I love drinking in the back yard, tossing washers with my brother, and listening to Gary P. Nunn sing about Texas nights and Lone Star Beer as much as the next guy. But you know what? Gary P isn’t singing over a canned and cheesy soundtrack. He’s got Herb Steiner on the peddle steel guitar ripping shit up. He’s being authentic. The music is good! The musicians are talented. It goes great with a starry Texas sky and washers clanging on a plywood box. And you know what else? I love some soul stirring music by Sean McConnell as well. Once again…authenticity. Sometimes I feel like crunchy guitars and horns blaring out a rock opera via Uncle Lucius. Authenticity.

    I saw Mrs. Shannon Canada say over on Galleywtiner that she and her husband Cody promote guys like Kevin Fowler because they are friends. Mrs. Canada….you seem like a sweet woman, and your husband is a freaking pioneer of this music scene. A God send that has influenced my taste in music over the past 11 or 12 years. I love your husband as a musician and songwriter. He’s a bad ass. But damn….I love my friends too, and if one of them opens up a shitty burger joint I’m not going to shout to the heavens and tell everyone else to go eat a burger at his joint! A. I’m not being honest to other people. B. I’m not being honest with myself and C. Those same people would then trust my word and then waste their hard earned money on a shitty product. WTF? Sometimes the road to hell is paved with good intentions. We can’t just promote and support our friends’ products whenever those products belong in a trash can. In the end we ruin our own credibility, and we aren’t doing our friends’ any favors either.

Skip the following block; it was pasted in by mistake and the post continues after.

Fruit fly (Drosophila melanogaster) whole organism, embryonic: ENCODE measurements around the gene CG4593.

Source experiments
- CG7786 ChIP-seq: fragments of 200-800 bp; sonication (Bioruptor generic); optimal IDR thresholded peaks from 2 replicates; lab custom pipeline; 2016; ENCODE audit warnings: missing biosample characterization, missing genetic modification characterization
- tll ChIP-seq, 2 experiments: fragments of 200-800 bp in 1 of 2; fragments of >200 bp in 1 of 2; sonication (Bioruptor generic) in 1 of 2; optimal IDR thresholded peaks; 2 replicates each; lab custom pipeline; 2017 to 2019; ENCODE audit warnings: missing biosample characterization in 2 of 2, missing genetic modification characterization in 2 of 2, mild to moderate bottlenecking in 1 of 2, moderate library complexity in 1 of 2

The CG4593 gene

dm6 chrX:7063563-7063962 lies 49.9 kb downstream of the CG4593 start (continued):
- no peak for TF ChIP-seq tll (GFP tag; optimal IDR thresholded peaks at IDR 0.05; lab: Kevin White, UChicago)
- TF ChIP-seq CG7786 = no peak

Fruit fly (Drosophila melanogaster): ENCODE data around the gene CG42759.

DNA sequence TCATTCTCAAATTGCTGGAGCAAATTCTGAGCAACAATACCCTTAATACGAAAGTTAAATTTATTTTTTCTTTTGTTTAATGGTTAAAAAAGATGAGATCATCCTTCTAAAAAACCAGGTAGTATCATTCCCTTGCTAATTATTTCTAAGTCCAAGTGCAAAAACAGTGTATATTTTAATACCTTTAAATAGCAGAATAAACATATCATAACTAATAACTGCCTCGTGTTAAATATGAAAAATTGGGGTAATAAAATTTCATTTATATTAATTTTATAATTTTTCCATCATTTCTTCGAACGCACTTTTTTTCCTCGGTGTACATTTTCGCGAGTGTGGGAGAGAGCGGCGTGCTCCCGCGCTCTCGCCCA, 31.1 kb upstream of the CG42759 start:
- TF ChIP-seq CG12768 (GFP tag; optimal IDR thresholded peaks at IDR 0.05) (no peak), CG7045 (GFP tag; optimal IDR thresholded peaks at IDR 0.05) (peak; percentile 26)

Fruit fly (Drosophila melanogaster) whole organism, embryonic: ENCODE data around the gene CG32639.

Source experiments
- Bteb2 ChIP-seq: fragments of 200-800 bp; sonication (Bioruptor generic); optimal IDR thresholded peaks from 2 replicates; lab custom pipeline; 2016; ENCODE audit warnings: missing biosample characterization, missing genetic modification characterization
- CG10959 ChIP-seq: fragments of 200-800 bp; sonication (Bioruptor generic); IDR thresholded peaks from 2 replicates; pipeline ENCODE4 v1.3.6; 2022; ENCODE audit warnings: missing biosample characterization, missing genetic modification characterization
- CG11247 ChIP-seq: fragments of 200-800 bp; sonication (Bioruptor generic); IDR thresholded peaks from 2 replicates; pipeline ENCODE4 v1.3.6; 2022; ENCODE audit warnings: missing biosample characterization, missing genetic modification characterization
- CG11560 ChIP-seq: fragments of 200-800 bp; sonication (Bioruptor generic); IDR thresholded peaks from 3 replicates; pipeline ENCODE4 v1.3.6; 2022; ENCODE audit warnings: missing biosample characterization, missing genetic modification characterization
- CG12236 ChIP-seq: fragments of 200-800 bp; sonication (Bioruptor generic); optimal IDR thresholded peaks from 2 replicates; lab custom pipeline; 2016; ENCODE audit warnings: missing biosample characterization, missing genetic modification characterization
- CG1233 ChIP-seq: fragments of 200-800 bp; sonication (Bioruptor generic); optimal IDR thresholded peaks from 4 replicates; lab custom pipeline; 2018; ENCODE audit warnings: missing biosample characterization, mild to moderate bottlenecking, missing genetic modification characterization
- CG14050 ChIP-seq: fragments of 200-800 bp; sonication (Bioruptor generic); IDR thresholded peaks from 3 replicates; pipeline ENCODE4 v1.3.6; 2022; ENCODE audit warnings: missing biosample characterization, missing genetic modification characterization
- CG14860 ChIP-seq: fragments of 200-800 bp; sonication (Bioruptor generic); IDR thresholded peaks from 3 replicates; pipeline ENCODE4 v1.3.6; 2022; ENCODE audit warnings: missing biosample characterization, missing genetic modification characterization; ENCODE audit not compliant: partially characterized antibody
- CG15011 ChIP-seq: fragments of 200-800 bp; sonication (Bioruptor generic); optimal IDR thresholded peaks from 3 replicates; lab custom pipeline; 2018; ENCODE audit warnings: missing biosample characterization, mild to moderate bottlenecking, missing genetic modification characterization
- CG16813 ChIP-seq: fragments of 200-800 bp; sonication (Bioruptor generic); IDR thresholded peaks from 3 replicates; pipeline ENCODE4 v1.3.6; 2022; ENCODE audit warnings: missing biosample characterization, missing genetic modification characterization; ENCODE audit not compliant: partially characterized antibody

All in all…we can sit here and say, “just listen to what you dig and move on”. Bullshit. I say fight for what we dig and believe in. It’s not just on the backs of the fans either. Artists, if you love this scene then you need to fight as well. Radio that is geared toward Texas Music and Red DIrt… are somehwat gatekeepers in all this as well. You play a major role. Look towards New Braunfels. Emulate Mattson Rainer and KNBT 92.1. He’s doing it the right way. Just embrace authentic music.